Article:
Friday, 30 April 2010
In Bynea, the Common mouse-ear (Cerastium fontanum); Hedgerow cranesbill (Geranium pyrenaicum); Marsh cranesbill (Geranium palustre) and Meadow buttercup (Ranunculus acris) were all in flower. There was also lots of activity from large (Bombus terrestris) and small (Bombus pratorum) bumble-bees. In Penclacwydd, the Bluebell (Endymion non-scriptus); Silverweed (Potentilla anserina) and Hawthorn (Crataegus monogyna) were in bloom. There were lots of mating St Mark's flies (Bibio marci) buzzing around a little late for their name day. In Loughor, Wild turnip (Brassica rapa); Sweet allison (Lobularia maritima); Rock cinquefoil (Potentilla rupestris) and Ramsons (Allium ursinum) were out and about.
Brett Mills a lecturer in film studies at East Anglia University has suggested that natural history film makers are infringing the right to privacy in some of their subjects by coming up with more and more sophisticated ways of obtaining their images (http://news.bbc.co.uk/1/hi/education/10093327.stm). It seems to me that this is further anthropomorphism of animals ('rights' to anything are basically a human invention). I am not wholly convinced by the 'shy' Narwhal that retreated under the ice so as not to be filmed. Do predators infringe the rights of their prey by watching them? It would seem to me rather sad if natural history films were banned as I tend to agree with the viewpoint that we need to understand the natural world in order to value it (but then a Biologist would say that wouldn't he?). Does it also mean that people who simply watch animals (like the above mating snails) are voyeurs? Sounds like a bag of worms to me.
Thursday, 29 April 2010
In addition to the usual suspects along the cycle path from Swansea to Mumbles, spotted Shepherd's purse (Capsella bursa-pastoris); Common cleavers (Galium aparine); Grape hyacinth (Muscari neglectum); Cultivated apple (Malus domestica); Lilac (Syringa vulgaris); Common ragwort (Senecio jacobaea); Sun spurge (Euphorbis helioscopia); Bitter vetch (Lathyrus linifolius); Common scurvy grass (Cochlearia officinalis) and Garlic mustard(Alliaria petiolata).
Tuesday, 27 April 2010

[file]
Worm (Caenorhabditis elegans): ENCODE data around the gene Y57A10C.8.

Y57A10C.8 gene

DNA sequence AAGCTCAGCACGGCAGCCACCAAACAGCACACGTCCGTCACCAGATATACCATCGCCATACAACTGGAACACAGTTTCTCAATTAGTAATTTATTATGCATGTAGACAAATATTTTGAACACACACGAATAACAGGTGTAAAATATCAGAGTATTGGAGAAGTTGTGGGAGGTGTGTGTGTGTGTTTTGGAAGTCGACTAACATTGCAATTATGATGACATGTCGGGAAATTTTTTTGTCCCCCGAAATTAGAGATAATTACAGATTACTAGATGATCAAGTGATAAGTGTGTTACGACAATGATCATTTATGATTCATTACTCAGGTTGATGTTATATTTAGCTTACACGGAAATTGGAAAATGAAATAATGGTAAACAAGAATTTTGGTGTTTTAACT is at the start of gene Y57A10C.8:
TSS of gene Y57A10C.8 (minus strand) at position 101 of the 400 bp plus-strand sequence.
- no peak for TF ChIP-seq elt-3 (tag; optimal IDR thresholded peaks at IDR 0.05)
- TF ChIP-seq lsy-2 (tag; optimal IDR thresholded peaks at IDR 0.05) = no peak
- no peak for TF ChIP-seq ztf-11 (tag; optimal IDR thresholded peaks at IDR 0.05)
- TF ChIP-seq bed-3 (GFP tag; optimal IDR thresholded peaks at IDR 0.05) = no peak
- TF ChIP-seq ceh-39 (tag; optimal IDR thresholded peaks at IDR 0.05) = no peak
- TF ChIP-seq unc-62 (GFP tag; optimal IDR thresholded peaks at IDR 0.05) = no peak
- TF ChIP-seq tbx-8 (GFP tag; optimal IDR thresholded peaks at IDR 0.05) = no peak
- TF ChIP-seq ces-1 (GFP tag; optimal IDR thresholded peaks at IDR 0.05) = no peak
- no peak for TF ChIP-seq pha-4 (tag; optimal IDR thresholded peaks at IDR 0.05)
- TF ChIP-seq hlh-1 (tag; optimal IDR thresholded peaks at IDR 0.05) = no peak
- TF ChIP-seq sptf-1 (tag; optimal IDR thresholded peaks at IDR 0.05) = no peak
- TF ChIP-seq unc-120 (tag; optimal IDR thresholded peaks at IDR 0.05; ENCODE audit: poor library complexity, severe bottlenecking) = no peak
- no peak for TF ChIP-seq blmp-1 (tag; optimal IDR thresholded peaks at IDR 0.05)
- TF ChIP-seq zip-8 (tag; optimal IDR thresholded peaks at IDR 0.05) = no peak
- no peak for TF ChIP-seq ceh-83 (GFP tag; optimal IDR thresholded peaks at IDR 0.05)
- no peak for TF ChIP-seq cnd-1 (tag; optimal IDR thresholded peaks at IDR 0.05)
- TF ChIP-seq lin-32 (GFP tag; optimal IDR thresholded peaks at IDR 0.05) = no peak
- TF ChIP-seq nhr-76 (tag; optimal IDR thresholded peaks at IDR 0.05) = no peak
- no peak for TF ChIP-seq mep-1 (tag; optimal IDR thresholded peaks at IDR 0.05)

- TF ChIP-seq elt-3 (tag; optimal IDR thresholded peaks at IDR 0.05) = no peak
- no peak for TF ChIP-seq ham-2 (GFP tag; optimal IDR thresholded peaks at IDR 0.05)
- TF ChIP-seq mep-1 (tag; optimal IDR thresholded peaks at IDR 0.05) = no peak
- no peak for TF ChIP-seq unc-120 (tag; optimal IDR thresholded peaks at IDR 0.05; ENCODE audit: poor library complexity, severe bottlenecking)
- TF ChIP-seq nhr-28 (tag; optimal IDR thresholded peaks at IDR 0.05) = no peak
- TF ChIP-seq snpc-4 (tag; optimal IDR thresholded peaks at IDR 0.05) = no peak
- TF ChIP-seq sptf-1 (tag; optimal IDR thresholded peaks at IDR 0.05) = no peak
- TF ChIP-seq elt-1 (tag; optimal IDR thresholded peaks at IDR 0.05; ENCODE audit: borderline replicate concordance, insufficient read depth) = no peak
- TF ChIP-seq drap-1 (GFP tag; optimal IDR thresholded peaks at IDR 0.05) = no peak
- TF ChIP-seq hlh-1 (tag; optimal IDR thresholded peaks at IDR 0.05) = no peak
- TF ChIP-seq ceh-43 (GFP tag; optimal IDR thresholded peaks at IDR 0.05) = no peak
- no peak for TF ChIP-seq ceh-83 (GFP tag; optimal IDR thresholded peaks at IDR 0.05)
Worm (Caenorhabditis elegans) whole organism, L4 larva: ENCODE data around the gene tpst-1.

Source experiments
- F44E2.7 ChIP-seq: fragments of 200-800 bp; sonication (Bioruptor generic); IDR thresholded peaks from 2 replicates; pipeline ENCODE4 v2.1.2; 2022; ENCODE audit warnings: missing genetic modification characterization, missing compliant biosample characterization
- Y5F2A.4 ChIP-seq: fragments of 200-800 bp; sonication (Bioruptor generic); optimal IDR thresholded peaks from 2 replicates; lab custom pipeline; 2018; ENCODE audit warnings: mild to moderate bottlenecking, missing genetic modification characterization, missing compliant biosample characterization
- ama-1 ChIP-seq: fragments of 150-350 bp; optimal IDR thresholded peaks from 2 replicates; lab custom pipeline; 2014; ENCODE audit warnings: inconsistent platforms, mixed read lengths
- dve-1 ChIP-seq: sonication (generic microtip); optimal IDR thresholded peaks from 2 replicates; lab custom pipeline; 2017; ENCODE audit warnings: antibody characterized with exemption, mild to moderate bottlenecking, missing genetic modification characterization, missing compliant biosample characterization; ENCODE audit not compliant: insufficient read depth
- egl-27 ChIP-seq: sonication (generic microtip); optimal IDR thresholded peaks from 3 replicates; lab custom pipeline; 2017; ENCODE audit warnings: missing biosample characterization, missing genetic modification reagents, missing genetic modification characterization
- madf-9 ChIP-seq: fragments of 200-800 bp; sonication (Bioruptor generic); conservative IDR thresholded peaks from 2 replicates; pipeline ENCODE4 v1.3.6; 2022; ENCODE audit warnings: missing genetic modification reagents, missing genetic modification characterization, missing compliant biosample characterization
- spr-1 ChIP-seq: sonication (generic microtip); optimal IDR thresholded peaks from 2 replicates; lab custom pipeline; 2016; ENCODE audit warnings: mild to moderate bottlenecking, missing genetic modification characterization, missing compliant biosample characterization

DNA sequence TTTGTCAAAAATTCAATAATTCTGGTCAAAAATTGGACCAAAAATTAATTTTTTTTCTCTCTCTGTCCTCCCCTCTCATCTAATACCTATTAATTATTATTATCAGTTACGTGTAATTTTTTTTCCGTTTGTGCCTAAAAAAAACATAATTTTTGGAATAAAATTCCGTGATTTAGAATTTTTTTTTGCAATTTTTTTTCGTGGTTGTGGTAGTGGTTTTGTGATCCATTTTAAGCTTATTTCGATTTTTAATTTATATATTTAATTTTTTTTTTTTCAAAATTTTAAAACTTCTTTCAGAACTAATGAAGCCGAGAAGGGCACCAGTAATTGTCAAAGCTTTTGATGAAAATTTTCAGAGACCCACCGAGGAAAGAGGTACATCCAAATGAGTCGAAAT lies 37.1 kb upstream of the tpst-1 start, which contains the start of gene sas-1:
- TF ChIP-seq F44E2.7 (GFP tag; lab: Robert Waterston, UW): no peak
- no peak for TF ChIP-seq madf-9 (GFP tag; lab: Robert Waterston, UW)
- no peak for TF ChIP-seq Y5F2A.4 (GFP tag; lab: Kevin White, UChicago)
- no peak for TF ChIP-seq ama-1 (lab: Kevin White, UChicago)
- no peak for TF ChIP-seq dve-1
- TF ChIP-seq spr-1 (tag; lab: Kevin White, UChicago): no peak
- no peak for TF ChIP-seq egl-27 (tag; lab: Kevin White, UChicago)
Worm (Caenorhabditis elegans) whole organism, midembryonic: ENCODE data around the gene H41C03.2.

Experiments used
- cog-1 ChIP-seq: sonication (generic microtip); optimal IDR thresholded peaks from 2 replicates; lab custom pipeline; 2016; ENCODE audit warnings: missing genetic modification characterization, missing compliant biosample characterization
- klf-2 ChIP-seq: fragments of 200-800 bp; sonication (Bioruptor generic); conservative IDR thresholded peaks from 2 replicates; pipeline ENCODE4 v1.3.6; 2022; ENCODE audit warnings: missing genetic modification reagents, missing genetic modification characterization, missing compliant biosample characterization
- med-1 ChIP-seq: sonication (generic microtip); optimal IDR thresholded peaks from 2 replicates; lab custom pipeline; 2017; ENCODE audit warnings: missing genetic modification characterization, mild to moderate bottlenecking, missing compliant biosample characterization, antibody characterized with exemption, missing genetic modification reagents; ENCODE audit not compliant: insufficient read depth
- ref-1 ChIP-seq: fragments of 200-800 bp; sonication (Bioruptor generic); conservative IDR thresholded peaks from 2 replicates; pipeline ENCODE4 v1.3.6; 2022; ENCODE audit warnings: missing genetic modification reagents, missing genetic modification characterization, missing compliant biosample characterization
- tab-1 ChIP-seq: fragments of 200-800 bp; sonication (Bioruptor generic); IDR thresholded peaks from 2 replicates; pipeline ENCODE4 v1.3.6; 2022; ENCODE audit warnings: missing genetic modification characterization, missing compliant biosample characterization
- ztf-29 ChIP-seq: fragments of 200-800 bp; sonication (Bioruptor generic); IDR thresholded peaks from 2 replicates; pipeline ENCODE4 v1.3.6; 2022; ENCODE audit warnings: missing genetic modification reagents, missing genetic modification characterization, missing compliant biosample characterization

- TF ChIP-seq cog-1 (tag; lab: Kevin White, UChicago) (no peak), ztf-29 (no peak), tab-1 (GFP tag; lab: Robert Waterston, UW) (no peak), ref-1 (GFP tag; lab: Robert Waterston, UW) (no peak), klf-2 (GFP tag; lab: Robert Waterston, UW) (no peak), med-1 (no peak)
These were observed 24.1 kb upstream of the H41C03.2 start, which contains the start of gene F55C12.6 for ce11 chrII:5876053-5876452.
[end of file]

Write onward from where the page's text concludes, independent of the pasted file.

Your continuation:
Having sorted out (with help) the pictures, I can now reveal that other birds seen, in addition to the Oriental white eye, on the Sikkim trip included the Blue-winged minla (Minla cyanouroptera); Brahminy starling (Sturnia pagodarum); Cattle egret (Bulbus ibis); Common cuckoo (Cuculus canorus); Common mynah (Acridotheres tristis); Dusky warbler (Phylloscopus fuscatus); Green-backed tit (Parus monticolus); House crow (Corvus splendens); Oriental magpie robin (Copsychus saularis); Red jungle fowl (Gallus gallus); Red-billed leiothrix (Leiothrix lutea); Red-vented bulbul (Pcynonotus cafer); Verditer flycatcher (Eumyias thalassina); Whiskered yuhina (Yuhina flavicollis) and the White-rumped munia (Lonchura striata).
The recent spate of news accounts of Common chimpanzees 'grieving' over dead or dying members of their species (http://www.telegraph.co.uk/earth/wildlife/6444909/Chimpanzees-grief-caught-on-camera-in-Cameroon.html) is not exactly 'cut and dried'. It is by no means unusual for animals to show an interest in dead or dying conspecifics but this does not prove that the emotion felt is directly comparable to human grief. One has to be a bit wary about 'suggestive' photographs that appear a little 'staged'. Having said that they are our closest relatives.
Friday, 23 April 2010
In Bynea, Greater celendine (Chelidonium majus), Birdsfoot trefoil (Lotus corniculatus), Thale cress (Arabidopsis thaliana), Charlock (Sinapsis arvensis), Rough chervil (Chaerophyllum temulentum), Prickly sow-thistle (Sonchus asper), Changing forgetmenot (Myosotis discolor) and Bur forgetmenot (Lappula squarrosa) were all in flower. In Loughor, Alexanders (Smyrnium olusatrum) and Shining cranesbill (Geranium lucidum) were out.
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